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Adventure Tourism

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Tourism in Buena Vista, CO

What we are…

  • A small town (our population is less than half our elevation) in the middle of an arid, semi-agricultural valley surrounded by the biggest mountains on the lower 48.
  • You’ll see more Justin’s than Gucci’s.
  • More cattle than cars.
  • And Semi-Formal attire is defined as “Your Newest Jeans”.
  • Friendly people who wave with all their fingers, and appreciate visitors. Without you, our little hamlet would not exist.
  • We’re all about outdoor folks who like nature more than trendy shops, and would rather look at a beautiful mountain than a Frank Lloyd Wright building.

What we are not…

  • McDonalds
  • Sport coats (the last guy to wear a tie to dinner was hung with it)
  • The nearest Mercedes Benz dealer?…You can’t get there from here.
  • Factory Stores
  • Trendy Bars
  • Vail
  • Aspen (close by car, light-years by culture)

If you are looking for discos, Starbucks, movie stars, or a place to show off your diamonds and furs, this isn’t your place. Try www.imadork.com for an appropriate destination.

SUMMER, FALL AND LATE SPRING, SO MUCH TO DO, SO LITTLE TIME!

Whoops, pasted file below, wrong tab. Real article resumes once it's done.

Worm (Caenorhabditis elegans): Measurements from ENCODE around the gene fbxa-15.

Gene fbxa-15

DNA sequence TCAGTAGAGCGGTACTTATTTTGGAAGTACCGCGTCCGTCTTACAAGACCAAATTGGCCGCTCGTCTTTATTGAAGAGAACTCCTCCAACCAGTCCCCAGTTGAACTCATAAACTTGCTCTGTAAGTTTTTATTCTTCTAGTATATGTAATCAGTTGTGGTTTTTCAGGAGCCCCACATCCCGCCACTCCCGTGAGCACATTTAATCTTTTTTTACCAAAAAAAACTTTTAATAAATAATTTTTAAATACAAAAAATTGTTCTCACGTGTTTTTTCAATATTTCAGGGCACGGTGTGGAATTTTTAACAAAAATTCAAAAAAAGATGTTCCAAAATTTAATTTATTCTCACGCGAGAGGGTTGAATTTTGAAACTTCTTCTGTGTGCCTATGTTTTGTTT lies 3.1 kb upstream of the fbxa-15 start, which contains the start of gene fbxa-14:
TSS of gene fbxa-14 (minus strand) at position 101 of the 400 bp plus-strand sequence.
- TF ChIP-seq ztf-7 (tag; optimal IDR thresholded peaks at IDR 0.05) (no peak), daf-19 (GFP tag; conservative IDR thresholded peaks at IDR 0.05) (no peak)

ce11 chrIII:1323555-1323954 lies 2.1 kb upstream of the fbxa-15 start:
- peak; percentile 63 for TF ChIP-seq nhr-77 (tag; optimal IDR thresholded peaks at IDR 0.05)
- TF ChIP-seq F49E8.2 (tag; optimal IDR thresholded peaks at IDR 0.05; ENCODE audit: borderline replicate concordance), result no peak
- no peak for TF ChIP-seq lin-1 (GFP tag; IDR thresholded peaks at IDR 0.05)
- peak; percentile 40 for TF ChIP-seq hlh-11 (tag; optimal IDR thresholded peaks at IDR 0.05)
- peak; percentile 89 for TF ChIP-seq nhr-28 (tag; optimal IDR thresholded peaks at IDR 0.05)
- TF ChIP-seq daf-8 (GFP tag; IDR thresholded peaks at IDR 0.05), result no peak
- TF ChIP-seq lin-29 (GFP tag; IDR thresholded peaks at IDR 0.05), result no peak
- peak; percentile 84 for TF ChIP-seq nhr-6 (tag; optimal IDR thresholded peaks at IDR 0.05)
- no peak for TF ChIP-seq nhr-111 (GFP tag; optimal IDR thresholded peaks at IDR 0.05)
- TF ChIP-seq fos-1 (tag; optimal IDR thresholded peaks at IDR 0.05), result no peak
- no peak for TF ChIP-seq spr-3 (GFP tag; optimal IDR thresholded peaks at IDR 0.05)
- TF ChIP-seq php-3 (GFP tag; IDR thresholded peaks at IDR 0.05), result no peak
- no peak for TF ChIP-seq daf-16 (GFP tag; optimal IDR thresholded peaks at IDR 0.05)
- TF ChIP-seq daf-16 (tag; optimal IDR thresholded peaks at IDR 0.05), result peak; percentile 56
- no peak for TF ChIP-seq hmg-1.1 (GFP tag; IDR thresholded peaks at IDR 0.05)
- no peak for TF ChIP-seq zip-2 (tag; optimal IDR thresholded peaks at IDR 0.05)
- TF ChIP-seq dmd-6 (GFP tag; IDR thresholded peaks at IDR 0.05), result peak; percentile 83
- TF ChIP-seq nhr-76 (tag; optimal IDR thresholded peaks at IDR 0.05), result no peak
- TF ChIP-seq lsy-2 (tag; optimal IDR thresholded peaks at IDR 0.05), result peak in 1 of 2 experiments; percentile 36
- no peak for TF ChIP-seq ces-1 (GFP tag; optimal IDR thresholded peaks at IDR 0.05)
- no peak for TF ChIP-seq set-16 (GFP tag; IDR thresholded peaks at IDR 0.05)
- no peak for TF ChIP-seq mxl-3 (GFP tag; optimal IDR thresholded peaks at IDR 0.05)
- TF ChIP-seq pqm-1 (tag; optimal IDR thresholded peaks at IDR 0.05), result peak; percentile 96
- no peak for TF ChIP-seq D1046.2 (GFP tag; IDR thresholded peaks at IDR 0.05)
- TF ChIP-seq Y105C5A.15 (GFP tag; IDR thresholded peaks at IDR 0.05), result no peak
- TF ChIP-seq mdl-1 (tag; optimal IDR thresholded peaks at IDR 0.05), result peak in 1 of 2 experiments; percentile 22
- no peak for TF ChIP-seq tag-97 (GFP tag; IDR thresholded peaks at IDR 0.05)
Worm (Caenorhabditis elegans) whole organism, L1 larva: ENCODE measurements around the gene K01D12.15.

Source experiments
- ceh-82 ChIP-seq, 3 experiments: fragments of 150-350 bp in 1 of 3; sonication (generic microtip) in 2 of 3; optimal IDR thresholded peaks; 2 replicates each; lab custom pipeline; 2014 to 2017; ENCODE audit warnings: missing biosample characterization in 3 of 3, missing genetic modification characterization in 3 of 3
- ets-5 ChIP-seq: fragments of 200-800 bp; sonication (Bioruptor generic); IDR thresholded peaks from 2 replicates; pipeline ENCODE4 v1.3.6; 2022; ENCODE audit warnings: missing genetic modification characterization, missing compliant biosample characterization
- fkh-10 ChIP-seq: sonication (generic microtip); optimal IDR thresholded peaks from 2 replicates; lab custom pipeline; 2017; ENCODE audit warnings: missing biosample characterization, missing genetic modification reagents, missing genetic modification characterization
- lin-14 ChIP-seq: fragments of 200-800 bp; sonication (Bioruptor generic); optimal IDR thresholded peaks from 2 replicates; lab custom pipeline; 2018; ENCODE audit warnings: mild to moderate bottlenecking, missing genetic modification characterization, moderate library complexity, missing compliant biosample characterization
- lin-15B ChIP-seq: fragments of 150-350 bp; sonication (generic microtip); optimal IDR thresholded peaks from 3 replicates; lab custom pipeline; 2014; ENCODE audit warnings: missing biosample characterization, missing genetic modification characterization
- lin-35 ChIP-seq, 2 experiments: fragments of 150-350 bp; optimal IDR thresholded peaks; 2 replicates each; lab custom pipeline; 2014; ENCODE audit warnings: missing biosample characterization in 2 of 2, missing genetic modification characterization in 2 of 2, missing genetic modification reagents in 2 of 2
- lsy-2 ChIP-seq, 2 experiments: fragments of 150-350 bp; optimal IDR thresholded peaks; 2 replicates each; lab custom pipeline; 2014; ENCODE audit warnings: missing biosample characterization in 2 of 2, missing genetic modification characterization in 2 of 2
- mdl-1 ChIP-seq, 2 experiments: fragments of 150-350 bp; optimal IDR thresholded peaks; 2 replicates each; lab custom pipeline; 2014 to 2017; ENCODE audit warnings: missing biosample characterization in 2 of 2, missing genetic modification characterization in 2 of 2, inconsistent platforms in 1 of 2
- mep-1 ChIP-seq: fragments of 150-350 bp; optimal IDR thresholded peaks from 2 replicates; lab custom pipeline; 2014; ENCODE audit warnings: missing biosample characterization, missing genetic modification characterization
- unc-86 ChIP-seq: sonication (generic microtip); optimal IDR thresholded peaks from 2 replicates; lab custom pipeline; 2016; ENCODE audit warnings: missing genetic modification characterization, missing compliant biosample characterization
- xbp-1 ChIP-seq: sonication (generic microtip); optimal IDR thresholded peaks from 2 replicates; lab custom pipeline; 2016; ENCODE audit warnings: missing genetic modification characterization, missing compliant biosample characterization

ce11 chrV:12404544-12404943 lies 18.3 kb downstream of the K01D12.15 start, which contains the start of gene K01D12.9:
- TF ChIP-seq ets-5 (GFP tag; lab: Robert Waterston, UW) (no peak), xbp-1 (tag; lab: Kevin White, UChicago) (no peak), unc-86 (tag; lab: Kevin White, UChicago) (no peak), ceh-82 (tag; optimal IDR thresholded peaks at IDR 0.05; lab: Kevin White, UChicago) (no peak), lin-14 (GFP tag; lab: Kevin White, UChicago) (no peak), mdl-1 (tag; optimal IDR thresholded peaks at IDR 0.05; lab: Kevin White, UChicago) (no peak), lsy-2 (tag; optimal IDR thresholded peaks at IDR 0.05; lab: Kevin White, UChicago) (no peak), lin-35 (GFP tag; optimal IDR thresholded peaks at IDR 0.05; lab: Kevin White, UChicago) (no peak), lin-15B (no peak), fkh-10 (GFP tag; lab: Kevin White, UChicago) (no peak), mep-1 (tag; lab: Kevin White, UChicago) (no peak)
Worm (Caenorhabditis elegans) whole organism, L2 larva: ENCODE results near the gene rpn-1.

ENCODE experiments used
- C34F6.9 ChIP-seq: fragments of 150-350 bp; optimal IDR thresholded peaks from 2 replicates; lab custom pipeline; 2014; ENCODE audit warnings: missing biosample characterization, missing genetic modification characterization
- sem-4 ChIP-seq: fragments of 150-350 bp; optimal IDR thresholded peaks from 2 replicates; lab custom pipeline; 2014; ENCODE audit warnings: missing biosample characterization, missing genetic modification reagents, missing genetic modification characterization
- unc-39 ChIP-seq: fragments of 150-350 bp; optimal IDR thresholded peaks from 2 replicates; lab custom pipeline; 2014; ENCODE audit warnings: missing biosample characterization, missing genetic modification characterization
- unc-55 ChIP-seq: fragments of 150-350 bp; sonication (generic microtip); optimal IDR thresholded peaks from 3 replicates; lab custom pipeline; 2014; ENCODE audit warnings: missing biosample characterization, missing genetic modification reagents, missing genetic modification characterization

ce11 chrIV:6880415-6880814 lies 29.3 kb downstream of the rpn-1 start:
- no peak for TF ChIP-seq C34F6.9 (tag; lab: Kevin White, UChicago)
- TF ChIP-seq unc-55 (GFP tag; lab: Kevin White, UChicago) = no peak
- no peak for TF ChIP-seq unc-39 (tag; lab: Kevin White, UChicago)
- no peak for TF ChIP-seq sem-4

RAFTING AND KAYAKING

Brown’s Canyon on the Arkansas River is the most popular rafting trip in the world and goes through one of the country’s newest National Monuments, of the same name. It has the perfect mix of thrills, scenery, and just floating time. For a little different experience try a “Duckie,” an inflatable kayak. The best floating time is late May through mid-August with the maximum thrills in early June and no thrills after Labor Day.

Fishing

The Arkansas River has now been recognized as the longest stretch of Gold Medal water in the state. The Caddis hatch on the Arkansas is world-renowned and a top-water fly man’s dream. Prime fishing starts in mid-April and ends right here at the lodge in mid-May and with our third of a mile of virtually exclusive frontage it’s the perfect spot for a great catch. The river can be a little high and wild from mid-May through the Fourth of July but starts settling down after the holiday. By mid-August, the fishing is exceptional all the way through Mid-October.

Guided trips are available through the lodge all season but spring is the best time as there’s even a Caddis Festival in early May put on by Trout Unlimited.

Local lakes open up in May and are well-stocked all summer and you can fish the lakes well into October. Bait is allowed but some fishers prefer lures and flies.

Nearby reservoirs (seven less than an hour away) open up in April or May. These seem to reach their peak when the rivers are too high for most of us, June and early July, but they fish well all season. Troll, toss lures, or use your fly rod to catch Rainbows, Cutthroats, Browns, Kokanee Salmon, Pike, or Monster Mackinaw. Guided trips are available through the lodge all season.

High mountain lakes open up in July and are good through September and sometimes into October. Most involve hiking, but some are reachable by 4×4 or ATV. Here Cutthroats abound and flies and lures are best.

Hiking and 14’er Bagging

The Valley is blessed with eleven mountains over 14,000 ft. tall. You can hike (no climbing skills necessary) up them all. For us lazy folks, you can drive to 12,000 ft. on Mt. Princeton and 13,700 ft. on Mt. Antero where a short hike gets you to the top (H/C 4×4 or ATV required). Some 14ers are in the abundant Wilderness Areas and require a long but scenic hike.